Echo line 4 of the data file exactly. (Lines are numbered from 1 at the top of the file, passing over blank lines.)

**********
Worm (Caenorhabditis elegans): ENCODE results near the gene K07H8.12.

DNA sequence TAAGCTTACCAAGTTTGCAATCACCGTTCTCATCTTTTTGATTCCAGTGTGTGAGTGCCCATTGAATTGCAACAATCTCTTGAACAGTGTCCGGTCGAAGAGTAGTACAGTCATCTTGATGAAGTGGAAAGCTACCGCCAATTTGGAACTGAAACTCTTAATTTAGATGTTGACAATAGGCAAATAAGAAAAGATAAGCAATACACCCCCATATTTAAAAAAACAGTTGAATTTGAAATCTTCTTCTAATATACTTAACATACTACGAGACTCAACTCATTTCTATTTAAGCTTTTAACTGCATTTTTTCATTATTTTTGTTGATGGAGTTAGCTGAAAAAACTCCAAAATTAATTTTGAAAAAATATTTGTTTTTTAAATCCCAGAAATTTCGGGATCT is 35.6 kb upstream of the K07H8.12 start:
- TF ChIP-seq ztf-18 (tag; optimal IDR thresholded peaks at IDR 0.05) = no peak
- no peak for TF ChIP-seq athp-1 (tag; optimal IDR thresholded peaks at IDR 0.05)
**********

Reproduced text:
- no peak for TF ChIP-seq athp-1 (tag; optimal IDR thresholded peaks at IDR 0.05)